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Napier's trademark is its Art Deco architceture, built in the 1930s, following the 7.8 magnitude earthquake that salvaged the city in 1931.

Few places in the world have such a broad representation of the Stripped Classical, Spanish Mission, and Art Deco styles within such a confined area, which is why the city has deservedly become known as the Art Deco Capital.

It also explains why aficionados from around the globe descend on Napier every February with their cars, costumes, and other condiments, for Tremains Art Deco Weekend – a fun and frivolous celebration of this distinctive period style.

Any visitor to Napier would be well advised to take a guided Art Deco walk for some intriguing insights into life following the earthquake and the transformation that took place.

Along its two kilometres of sea frontage, lined with Norfolk Island Pines first planted in 1888, Napier’s Marine Parade offers a succession of visitor attractions set within a landscaped stretch of grass, pathways, and gardens. There is the Ocean Spa Complex, the National
Aquarium of New Zealand
, a Junior Bike Track complete with working traffic lights, Par 2 MiniGolf, places to eat, and plenty of open space for letting off steam. Marine Parade also features an impressive representation of art installations by well known artists, including a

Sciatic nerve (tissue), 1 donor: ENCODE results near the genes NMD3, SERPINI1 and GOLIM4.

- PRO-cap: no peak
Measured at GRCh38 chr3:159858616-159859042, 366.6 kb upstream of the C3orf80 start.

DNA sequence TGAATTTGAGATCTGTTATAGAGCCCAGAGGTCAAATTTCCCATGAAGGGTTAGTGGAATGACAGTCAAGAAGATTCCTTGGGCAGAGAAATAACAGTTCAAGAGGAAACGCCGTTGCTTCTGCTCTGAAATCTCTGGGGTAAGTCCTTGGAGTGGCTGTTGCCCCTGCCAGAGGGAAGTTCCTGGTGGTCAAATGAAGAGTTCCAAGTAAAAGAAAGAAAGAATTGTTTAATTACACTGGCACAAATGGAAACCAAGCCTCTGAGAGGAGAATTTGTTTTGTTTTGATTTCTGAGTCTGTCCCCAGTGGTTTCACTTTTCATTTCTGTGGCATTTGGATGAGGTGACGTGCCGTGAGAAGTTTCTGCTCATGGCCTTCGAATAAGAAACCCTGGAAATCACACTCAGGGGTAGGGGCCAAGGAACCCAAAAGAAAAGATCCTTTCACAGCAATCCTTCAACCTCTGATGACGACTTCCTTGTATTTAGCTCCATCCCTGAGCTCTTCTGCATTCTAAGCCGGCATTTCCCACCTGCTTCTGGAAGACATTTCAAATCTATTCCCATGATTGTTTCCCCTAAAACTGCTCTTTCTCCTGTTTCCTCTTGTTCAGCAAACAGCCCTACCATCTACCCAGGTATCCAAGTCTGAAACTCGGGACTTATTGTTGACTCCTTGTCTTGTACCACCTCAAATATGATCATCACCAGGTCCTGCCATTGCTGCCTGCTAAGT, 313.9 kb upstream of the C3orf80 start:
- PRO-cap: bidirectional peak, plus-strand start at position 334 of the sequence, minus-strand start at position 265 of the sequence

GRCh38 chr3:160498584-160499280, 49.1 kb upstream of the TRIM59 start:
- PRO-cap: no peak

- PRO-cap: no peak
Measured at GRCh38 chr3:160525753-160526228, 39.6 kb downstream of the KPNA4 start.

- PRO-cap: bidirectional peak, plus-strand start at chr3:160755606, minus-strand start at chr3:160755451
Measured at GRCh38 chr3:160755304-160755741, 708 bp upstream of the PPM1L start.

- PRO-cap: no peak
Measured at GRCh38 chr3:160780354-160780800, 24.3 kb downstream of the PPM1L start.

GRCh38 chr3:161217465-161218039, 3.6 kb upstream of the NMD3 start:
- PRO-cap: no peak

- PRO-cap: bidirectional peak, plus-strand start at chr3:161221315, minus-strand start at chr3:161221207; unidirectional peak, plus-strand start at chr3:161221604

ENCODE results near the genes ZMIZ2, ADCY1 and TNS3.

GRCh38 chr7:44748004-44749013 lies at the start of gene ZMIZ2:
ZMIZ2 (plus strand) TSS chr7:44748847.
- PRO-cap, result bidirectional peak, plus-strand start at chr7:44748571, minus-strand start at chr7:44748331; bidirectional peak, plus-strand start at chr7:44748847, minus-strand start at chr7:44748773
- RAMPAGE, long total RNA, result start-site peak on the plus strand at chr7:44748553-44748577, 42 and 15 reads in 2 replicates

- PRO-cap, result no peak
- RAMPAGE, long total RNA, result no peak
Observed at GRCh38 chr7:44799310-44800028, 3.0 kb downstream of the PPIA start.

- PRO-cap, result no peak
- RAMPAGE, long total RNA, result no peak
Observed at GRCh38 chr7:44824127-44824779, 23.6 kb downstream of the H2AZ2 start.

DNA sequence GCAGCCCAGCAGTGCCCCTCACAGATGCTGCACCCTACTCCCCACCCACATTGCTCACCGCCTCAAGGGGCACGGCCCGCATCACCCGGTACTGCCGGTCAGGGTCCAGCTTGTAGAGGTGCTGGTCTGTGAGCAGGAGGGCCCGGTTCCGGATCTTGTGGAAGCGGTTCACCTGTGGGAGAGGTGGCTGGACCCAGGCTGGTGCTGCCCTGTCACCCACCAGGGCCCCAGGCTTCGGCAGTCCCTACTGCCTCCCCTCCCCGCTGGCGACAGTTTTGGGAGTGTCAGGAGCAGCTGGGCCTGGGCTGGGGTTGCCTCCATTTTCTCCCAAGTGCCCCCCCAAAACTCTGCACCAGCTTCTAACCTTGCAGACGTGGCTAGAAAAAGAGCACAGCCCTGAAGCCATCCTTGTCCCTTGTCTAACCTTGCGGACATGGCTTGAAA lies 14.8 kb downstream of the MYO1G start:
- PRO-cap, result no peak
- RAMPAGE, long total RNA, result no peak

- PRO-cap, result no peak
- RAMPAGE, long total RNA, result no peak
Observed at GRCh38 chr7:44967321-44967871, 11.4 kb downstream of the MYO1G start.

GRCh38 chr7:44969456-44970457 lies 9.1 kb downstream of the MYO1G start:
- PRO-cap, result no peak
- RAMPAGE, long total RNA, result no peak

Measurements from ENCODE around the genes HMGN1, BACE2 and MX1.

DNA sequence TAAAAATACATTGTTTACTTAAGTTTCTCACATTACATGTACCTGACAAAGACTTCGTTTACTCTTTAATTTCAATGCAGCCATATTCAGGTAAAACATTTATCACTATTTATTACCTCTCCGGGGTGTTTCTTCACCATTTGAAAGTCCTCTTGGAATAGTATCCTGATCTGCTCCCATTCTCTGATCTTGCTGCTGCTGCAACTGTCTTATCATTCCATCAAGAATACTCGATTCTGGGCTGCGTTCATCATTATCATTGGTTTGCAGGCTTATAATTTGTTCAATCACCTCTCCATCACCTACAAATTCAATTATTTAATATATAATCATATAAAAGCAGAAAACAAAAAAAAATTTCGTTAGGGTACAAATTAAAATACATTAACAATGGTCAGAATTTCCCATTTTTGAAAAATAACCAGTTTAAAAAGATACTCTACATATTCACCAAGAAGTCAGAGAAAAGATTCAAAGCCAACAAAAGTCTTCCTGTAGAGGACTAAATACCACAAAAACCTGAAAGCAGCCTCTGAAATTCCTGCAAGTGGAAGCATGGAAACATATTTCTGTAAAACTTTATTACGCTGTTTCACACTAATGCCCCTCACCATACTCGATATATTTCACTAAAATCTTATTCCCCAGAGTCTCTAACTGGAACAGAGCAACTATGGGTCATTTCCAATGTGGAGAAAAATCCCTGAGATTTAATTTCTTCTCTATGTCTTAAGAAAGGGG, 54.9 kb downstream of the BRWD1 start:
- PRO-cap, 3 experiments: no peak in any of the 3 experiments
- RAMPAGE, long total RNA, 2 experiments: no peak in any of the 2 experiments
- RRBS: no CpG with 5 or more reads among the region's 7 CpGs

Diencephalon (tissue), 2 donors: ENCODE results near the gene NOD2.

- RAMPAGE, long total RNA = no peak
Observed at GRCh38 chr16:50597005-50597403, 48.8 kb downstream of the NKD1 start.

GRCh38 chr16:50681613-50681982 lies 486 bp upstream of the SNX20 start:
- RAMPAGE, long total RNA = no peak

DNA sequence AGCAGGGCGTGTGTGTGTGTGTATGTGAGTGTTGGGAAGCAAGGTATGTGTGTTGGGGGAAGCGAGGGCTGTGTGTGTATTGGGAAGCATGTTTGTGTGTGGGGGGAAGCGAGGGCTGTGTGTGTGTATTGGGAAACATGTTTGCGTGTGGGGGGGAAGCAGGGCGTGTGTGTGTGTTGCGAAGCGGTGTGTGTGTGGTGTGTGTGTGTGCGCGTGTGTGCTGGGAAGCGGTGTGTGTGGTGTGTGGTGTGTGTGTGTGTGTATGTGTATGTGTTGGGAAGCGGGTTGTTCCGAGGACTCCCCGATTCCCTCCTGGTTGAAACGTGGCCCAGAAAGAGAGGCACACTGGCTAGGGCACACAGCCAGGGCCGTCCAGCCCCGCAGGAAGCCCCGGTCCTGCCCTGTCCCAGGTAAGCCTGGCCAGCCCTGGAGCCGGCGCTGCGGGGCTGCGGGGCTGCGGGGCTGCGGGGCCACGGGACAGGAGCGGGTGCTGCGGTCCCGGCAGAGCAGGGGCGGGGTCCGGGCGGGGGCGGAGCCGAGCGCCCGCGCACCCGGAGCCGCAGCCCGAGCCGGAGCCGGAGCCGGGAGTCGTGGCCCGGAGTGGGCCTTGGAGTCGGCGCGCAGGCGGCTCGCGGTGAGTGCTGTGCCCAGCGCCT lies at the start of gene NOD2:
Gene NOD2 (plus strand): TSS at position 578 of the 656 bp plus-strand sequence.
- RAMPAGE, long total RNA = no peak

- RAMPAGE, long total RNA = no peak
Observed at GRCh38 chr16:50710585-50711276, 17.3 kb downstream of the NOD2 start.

prominent bronze statue dedicated to Pania of the Reef – a mythical Maori maiden of the sea who fell in love with a mainland chief, and for her sins was turned into a 1.6 km submerged rocky reef, which bears her name today.

Supported by a Mediterranean climate this popular year-round destination boasts a vibrant cafe culture. For the shopper there are high street and boutique stores to browse in, as well as antique shops, art galleries, and studios of potters, wood turners and craftsman.

If you need help choosing what to do, why not visit the Napier i-SITE Visitor Information Centre by the sound shell, beside the Sea. It is open from 9am-5pm daily. Phone: 0800 VISIT US.

A Napier landmark is Bluff Hill, which is home for many Napier residents and provides views of the town beaches of Perfume Point and Westshore, past the newly upgraded airport and out towards Whirinaki. Bluff Hill also overlooks the Port of Napier, one of New Zealand’s busiest ports and a stopping point for many cruise liners.

Napier’s bustling suburbs of Taradale and Ahuriri are visitor destinations in their own right and well worth a day trip.

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